Robin Stroot Finish with a flourish

Finishing techniques can make or break the final step of a craft project. Going around a curved edge or making the corner takes a little practice along with a few tips to help you make the turn on your craft project. I will use a baby-sized blanket or afghan for the example below. There are some edgings that are made with extra stitches such as around a crochet doily, to make the last few rows purposely flair in a zig-zag pattern, but let’s focus on just the flat edgings for your project.

One of the main tips in making curves and corners is to allow enough fabric or knit/crochet stitches so that the corners will lie flat but not too much fabric or knit/crochet stitches to cause ruffling out or bunching fabric at the corners.

Sewing projects can be finished off with flat binding along the edges. Blanket binding is made to fold over the raw edges of the finished blanket. The material is a type of bias tape, which means it is cut along the bias (diagonally) of the fabric. This allows the binding to be flexible and easier to manipulate along curves and edges. The binding also gives a more durable finished edge on the blanket.

Crochet and knit items often include extra stitches to turn the corners on the afghan. The number of crochet stitches and turning chains depends on the type of stitch being used. Single crochet stitches are not as long as double or triple crochet stitches. So, on a single crochet stitch edge, you may only need two chain stitches between the groups of stitches for the corners of the afghan. For double crochet, you may need three to make the corner of the afghan lie flat.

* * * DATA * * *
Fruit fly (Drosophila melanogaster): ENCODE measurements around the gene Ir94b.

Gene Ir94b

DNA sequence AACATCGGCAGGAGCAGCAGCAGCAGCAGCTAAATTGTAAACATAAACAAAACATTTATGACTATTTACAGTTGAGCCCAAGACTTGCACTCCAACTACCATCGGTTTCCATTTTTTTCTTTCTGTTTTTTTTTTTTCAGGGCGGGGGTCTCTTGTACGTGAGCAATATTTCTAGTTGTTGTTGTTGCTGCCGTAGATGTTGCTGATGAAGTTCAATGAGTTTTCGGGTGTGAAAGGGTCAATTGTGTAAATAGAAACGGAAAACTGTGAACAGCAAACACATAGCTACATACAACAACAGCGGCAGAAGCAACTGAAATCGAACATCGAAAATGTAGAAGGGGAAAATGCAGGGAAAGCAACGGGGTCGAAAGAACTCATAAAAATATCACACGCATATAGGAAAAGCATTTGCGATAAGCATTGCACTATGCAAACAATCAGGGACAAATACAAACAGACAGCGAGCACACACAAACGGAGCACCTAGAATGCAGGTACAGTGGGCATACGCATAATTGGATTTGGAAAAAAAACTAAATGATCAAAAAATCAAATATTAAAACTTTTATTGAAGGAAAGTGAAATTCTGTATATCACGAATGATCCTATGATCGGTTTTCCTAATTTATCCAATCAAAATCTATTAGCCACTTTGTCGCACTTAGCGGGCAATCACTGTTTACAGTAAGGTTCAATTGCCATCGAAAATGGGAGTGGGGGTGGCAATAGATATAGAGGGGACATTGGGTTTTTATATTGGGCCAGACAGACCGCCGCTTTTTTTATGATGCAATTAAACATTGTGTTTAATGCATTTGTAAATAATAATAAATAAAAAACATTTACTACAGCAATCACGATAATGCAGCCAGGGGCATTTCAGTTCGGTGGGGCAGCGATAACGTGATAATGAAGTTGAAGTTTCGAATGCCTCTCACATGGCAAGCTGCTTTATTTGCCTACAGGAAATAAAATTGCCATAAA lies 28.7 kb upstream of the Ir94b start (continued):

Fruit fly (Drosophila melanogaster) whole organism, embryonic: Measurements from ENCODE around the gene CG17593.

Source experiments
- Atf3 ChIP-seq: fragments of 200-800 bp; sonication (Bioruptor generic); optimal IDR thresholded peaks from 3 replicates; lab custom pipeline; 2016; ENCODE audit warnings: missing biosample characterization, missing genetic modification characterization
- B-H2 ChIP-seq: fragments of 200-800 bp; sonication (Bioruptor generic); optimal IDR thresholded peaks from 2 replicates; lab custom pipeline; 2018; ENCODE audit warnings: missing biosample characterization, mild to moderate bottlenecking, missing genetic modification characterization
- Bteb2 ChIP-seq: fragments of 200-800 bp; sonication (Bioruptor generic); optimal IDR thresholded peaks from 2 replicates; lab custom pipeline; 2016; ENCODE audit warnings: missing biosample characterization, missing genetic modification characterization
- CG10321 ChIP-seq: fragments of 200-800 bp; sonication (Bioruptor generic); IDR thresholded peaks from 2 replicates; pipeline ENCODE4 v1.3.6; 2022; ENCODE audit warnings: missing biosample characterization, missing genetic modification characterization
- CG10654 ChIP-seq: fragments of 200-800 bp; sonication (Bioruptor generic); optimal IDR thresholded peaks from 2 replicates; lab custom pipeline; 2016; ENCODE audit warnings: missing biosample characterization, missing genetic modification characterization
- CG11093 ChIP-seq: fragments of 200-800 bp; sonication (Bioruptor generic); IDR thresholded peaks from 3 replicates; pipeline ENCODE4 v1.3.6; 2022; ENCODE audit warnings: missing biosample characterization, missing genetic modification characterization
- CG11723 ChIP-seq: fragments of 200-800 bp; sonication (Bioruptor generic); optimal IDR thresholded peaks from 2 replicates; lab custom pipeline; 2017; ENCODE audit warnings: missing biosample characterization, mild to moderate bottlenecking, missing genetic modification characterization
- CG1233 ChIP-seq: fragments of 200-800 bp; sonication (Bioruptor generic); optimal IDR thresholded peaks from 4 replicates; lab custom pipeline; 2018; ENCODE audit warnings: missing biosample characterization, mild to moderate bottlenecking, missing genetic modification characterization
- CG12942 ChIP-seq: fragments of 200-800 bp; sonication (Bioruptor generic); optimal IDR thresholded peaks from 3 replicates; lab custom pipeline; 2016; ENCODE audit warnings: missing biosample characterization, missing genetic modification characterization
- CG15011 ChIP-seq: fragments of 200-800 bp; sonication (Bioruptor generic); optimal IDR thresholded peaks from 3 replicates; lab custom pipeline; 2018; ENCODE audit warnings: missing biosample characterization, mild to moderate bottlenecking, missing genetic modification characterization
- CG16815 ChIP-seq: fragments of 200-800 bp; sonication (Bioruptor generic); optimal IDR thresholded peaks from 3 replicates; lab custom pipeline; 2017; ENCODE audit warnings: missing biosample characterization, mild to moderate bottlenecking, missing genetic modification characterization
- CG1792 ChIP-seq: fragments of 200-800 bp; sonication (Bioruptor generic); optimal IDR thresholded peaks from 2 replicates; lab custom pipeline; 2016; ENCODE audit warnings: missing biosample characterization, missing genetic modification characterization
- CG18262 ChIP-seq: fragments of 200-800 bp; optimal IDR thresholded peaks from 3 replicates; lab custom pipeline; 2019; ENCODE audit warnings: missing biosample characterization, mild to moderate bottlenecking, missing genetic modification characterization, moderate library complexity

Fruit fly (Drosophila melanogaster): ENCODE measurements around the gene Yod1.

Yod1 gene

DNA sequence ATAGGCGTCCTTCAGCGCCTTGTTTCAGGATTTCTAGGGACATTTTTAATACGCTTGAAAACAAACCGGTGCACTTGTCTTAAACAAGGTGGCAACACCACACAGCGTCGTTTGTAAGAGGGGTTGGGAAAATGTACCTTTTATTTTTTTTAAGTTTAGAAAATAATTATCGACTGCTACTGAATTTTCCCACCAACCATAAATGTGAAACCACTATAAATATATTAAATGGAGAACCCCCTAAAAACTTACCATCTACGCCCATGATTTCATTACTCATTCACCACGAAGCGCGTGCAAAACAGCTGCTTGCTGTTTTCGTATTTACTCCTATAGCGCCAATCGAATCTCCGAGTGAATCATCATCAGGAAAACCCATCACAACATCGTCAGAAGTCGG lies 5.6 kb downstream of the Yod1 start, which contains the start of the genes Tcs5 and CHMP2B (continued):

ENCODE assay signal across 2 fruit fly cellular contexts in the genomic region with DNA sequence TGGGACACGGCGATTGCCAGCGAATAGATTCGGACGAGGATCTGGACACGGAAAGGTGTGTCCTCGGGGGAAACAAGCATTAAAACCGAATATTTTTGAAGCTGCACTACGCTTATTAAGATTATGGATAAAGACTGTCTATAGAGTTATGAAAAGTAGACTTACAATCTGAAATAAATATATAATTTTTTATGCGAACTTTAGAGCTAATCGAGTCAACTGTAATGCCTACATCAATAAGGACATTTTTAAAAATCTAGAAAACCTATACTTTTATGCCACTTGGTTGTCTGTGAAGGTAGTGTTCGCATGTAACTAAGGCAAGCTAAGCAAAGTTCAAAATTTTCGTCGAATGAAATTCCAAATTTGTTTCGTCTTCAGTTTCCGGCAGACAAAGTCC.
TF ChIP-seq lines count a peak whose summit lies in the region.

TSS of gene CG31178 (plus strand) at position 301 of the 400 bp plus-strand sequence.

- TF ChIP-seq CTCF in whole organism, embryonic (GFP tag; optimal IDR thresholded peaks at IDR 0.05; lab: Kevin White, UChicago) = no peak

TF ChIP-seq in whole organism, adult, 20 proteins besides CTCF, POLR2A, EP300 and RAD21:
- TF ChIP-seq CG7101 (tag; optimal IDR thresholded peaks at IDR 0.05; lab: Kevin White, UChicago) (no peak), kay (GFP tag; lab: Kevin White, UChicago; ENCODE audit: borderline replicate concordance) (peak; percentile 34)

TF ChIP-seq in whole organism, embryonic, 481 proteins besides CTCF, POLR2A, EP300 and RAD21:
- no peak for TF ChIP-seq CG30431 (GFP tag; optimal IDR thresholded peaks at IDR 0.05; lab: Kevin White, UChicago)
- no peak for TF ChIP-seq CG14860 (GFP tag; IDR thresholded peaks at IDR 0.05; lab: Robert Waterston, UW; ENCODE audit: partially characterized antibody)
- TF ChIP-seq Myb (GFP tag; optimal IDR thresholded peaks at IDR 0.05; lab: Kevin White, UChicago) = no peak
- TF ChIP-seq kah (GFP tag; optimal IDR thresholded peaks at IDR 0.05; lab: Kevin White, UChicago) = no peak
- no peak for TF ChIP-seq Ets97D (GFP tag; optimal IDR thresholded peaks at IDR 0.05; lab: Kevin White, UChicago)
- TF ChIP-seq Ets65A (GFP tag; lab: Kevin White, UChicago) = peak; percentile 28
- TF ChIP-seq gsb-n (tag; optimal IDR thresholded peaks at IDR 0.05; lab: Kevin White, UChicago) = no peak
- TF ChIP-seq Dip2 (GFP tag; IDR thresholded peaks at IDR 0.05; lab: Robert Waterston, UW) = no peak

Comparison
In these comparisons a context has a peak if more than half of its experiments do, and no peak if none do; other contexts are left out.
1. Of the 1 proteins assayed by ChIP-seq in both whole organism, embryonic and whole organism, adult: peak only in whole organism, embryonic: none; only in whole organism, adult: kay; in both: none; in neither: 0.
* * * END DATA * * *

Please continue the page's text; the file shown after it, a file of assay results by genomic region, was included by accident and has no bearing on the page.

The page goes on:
For crochet or knit patterns that include a curved edge (such as a picot or curved, knitted edging) the stitch pattern will incorporate the needed sections to get around the corner of the afghan. Again, there should be enough stitches to make the corner lie flat.

Blocking the finished knit/crochet afghan helps give a better appearance along the edges of the afghan. You want to block the afghan so that all the stitches and the edging are evenly spaced around the entire afghan and none of the edges flair up or make a wavy line. When you are blocking the afghan, stand back and take a look along the edges of the afghan. The edges (and afghan pattern) should all be straight along the entire edge of the afghan. Think of it as looking at the road. If the road looks wavy, check your blocking to be sure the lines are not distorted due to blocking. Dampen the wavy sections and re-pin in place to make the lines straight.

Next week, more on making curves and corners on your craft projects.

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